Around the Conferences 2023 - The Labour Party
Finishing party conference season for the Association of Employment and Learning Providers, this week we visited Liverpool for the Labour Party Conference.
The Labour Party has been out of power for 13 years, but this week’s conference felt like a party ready to govern, grappling with serious issues of public service reform, fiscal headroom, and how to win back the trust of voters. For example, the exhibition space at Conservative Party conference was not sold out, whereas demand was massive for the Labour conference. Everyone wants a piece of the next government.
If there are two catchphrases to come out of conference they would be ‘there is no money’ and ‘national renewal’. It is the gap between these two that the party is grappling with.
People often say they don’t know what Labour’s big vision is, or what Sir Keir Starmer stands for, but I think after this conference we can safely say it is unlikely we will get a big vision beyond the five missions. These are:
- Get Britain building again.
- Switch on Great British Energy.
- Get the NHS back on its feet.
- Take back our streets.
- Break down barriers to opportunity.
Their idea is that government will focus on these five long term issues, working cross departmentally, rather than in silos. This would be welcome for skills policy, and is something we have called for; however we should wait and see what happens when the idea meets reality.
Skills will play a central role in each of these missions, from training the construction sector and the health and care sectors to breaking down barriers to opportunities for each learner. We know that investing in skills means investing in Britain’s capacity to get things done. That makes the absence of skills in the main set piece speeches notable.
There was one notable skills announcement made during conference. Further Education colleges will be able to bid to become ‘technical excellence colleges’, which will be managed by the proposed new skills body, Skills England. However, detail on this policy is very light, and some in the sector will have been wanting more detail on Labour’s plans for technical education. Let’s hope that detail will come soon.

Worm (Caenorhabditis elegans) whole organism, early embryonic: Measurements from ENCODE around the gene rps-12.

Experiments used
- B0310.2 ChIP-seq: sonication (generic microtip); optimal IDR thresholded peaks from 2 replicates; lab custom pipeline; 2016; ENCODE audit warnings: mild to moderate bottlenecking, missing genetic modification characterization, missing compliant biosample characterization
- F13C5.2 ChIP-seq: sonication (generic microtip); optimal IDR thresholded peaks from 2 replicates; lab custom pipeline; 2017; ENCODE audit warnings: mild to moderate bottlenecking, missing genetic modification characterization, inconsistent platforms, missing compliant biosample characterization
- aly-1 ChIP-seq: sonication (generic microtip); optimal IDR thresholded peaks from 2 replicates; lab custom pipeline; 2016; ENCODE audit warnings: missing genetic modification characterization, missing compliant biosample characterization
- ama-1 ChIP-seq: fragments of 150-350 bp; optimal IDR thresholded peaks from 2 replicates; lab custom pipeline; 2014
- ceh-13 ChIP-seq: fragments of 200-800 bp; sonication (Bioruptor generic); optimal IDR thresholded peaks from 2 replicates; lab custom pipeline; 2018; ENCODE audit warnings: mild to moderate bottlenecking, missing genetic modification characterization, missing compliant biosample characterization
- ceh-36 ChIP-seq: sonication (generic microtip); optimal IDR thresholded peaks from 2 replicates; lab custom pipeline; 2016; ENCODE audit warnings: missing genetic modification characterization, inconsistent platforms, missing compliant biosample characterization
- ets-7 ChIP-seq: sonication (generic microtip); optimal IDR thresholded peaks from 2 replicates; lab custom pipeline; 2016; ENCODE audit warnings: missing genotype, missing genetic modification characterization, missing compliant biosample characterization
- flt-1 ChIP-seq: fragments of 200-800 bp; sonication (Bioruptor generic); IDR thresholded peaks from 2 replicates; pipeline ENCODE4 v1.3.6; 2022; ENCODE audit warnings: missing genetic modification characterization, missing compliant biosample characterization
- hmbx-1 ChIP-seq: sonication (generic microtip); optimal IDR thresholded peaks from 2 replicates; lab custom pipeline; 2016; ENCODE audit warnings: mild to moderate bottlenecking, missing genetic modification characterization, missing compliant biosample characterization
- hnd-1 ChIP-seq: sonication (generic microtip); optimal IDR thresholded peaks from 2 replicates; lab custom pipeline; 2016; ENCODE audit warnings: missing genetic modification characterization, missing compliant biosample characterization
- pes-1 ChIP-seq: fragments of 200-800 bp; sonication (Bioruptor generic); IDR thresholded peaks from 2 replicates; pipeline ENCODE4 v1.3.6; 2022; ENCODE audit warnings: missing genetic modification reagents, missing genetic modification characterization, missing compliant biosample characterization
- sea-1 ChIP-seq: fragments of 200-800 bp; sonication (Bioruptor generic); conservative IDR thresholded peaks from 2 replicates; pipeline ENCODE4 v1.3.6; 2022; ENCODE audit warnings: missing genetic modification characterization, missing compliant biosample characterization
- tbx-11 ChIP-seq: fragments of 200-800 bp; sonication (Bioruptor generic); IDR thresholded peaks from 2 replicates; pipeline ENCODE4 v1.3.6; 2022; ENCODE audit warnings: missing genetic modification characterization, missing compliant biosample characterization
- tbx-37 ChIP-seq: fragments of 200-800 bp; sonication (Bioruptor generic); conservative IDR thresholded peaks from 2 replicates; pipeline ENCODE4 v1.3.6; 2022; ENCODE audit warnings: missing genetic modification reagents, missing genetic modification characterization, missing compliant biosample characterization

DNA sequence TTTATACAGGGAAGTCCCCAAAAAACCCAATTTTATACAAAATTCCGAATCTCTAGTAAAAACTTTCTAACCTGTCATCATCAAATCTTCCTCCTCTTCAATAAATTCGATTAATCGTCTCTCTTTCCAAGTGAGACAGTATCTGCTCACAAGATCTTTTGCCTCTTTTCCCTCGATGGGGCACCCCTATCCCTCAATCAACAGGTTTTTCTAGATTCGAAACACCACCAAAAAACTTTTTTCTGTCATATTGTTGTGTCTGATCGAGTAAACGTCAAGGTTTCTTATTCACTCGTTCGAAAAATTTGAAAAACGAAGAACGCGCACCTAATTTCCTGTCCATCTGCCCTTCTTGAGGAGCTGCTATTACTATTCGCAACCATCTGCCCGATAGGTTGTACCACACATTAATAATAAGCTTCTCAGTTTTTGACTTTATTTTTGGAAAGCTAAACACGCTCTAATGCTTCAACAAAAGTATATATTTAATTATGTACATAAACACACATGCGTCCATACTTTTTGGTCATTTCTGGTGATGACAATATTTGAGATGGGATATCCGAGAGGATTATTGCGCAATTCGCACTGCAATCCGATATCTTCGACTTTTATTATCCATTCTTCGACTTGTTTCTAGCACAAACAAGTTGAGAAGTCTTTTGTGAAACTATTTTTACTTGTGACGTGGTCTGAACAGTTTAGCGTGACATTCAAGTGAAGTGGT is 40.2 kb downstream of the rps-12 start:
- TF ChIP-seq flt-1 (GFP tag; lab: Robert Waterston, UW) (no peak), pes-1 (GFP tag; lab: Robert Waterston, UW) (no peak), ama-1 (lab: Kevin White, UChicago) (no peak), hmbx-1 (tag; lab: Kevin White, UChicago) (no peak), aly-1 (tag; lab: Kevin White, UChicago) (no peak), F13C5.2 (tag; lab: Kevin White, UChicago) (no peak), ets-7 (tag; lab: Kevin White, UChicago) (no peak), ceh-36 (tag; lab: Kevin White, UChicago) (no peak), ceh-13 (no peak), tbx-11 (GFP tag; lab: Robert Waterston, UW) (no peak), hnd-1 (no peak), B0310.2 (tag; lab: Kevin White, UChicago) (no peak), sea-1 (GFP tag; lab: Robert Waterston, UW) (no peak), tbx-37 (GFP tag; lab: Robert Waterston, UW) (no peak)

For AELP, it was another fruitful conference working with partners in the Future Skills Coalition. The coalition had a programme of events in our dedicated event space, with speakers such as the new Skills Minister Seema Malhotra, and Lord Blunkett, Chair of Labour’s skills review. Labour figures were very receptive to bringing in a national skills strategy to sit alongside an industrial strategy, which is something we think is imperative.
Reflecting on party conference season, I think this has been a success for the sector. The conferences were packed with events on skills policy, and there was a widespread belief across all three conferences that the skills system is simply not meeting demand. It’s not just about government though. Across each week figures in the skills sector have been sharing ideas, talking about collaboration, and making new connections. Some of these new connections can hopefully play some part in helping to propel the sector forward.
One stat from UCAS jumps out at me more than any other. It says it gets 500,000 expressions of interest in apprenticeships each year, with only around 10,000 places. There is clearly demand from learners and demand from business - government now needs to allow providers to thrive.